The regulation scale seems original since it seems to have been partially cut off and this was on;y used on the sugar tong detents.

A lot of his early watches have very elaborate balance cocks.
 
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gmorse

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Hi Chris,

A lot of conversions and updatings involved re-gilding one or both of the plates, as well as alterations to the potence, so I think you're going to need a complete dismantling to look at all the evidence.

I've serviced a verge by him, case hallmarked 1825 and with a serial number in the 2900s. It was finely engraved and it did have a Tompion regulator.

Regards,

Graham
 
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SKennedy

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I think there is a hole that has been plugged between the current escape wheel pivot hole and the screw head holding the regulator arm in position. This could have been the position of the original escape wheel hole/plug for duplex/cylinder.
 
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gmorse

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Hi Chris,

When holes are plugged as part of conversions, it's often very hard to detect from the top of the plate, (the gilding covers things up), but clearer from the underside, but in this instance it seems very clear that something has changed. The pivot holes for the escape wheel in cylinders and duplexes were often set in plugs with blind holes, presumably to give better control over endshakes and allow for some adjustment as things wore.

Regards,

Graham
 
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aucaj

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I appreciate the assistance from everyone. When I bought it I had my suspicions when I saw the lever escapement. I can see now that is certainly a conversion, but I am glad to have it. Thank you for your comments.
 
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Dr. Jon

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I am coming to believe this was originally a detent watch. The British Museum catalog show two similar watches and also that I was wrong about the top plate being cut down.

If you can find the catalog these are catalogue number s 59, 61 and 62 all date to about 1800.

The balance cock is very much like the one in the Wright watch, which is also undersprung. If so your movement may be from the 1780's. About 100 of these had a punched legend identifying it as being made under the "Wright patent". If not under the balance cock this is punched inside the upper plate.

This is described in A. Randall 'AN EARLY POCKET CHRONOMETER BY THOMAS EARNSHAW, signed ROBERT TOMLIN' Antiquarian Horology,Vol 14 No 8 p611, 1984.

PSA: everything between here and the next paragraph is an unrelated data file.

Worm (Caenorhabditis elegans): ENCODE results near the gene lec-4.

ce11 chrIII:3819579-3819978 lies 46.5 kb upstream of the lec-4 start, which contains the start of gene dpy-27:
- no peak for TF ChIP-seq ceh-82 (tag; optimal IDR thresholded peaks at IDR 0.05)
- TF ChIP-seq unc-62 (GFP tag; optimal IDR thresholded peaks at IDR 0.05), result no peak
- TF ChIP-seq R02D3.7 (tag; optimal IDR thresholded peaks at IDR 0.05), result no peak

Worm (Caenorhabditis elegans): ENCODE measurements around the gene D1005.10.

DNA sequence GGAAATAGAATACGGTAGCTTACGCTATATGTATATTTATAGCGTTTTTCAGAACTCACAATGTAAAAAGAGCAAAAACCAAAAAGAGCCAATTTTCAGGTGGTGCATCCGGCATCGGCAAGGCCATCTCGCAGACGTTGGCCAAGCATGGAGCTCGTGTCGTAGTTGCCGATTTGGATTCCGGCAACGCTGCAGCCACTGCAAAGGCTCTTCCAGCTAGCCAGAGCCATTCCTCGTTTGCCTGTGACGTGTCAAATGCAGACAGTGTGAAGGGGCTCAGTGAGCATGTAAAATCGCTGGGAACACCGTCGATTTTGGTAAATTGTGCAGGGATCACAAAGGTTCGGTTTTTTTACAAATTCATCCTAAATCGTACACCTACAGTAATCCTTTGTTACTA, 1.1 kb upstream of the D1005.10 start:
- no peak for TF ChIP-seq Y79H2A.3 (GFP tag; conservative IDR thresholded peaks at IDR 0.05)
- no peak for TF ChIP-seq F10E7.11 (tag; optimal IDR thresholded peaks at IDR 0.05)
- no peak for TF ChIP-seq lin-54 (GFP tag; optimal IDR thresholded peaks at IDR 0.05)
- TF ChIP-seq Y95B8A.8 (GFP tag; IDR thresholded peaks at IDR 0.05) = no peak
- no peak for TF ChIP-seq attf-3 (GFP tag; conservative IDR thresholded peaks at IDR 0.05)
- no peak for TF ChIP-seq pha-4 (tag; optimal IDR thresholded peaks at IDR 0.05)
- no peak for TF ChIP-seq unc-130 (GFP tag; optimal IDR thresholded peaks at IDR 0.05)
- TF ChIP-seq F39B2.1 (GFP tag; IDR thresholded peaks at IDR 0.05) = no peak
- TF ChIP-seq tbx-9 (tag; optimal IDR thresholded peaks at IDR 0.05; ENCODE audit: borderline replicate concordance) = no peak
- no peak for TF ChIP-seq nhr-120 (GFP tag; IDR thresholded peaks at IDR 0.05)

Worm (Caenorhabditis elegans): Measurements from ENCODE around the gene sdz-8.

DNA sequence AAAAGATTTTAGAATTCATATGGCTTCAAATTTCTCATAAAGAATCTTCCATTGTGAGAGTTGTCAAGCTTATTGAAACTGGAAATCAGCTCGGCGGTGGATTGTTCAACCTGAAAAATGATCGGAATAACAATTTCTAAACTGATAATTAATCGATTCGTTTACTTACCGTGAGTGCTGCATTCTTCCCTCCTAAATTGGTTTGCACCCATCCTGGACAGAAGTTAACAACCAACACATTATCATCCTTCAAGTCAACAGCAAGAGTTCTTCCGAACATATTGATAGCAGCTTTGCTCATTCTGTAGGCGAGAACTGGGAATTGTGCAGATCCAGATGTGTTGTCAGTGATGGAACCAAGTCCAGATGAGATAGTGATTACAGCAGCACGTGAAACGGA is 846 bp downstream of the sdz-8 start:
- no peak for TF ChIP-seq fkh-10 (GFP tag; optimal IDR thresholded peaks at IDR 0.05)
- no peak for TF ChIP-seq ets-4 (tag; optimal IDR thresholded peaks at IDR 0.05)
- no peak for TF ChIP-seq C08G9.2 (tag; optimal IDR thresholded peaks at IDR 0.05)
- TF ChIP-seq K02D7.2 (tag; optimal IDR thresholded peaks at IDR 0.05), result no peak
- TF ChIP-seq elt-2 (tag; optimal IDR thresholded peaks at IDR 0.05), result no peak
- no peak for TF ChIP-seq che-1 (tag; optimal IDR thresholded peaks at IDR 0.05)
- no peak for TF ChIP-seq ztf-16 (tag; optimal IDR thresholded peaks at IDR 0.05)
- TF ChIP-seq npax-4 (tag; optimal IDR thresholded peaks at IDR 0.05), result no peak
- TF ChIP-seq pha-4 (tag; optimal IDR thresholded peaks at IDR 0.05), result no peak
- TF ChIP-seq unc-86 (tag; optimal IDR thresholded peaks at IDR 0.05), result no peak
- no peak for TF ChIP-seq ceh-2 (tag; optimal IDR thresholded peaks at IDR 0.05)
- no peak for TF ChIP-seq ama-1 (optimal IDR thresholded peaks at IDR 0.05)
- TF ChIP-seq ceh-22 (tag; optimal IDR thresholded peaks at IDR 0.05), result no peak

If your watch has this mark it is very significant and its conversion is a major loss to horology, but probably very valuable even as it is.
 
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Dr. Jon

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The article I referenced, and Graham corrected, shows the punch mark which is on another Earnshaw watch, signed by Tomlin.

A bit wide of the topic but of possible interest is that Tomlin signed the watch as "Watchmaker to the King" Tomlin seems to have left no other watches with his signature, raising the question of how he could use the title.

One possibility is that he did watchmaking for King George II who was very enthusiastic about watches. The recent Andrew Roberts bio states the during his period of mental illness he spent hours dis-assembling and re-assembling watches in his collection. Perhaps Tomlin assisted him in this and was truly a watchmaker to the king.
 

zedric

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The article I referenced, and Graham corrected, shows the punch mark which is on another Earnshaw watch, signed by Tomlin.

A bit wide of the topic but of possible interest is that Tomlin signed the watch as "Watchmaker to the King" Tomlin seems to have left no other watches with his signature, raising the question of how he could use the title.

One possibility is that he did watchmaking for King George II who was very enthusiastic about watches. The recent Andrew Roberts bio states the during his period of mental illness he spent hours dis-assembling and re-assembling watches in his collection. Perhaps Tomlin assisted him in this and was truly a watchmaker to the king.
When George II came to the throne he appointed Thomas Cartwright as watchmaker to the King. When Thomas dies, he appointed Benjamin Grey, which rules out Tomlin
 

Dr. Jon

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To date only one watch signed by Tomlin is known. My suggestion is that he used the title in another sense, of actually working with the King . He may had the watch made for his personal use. He is known only for this single watch.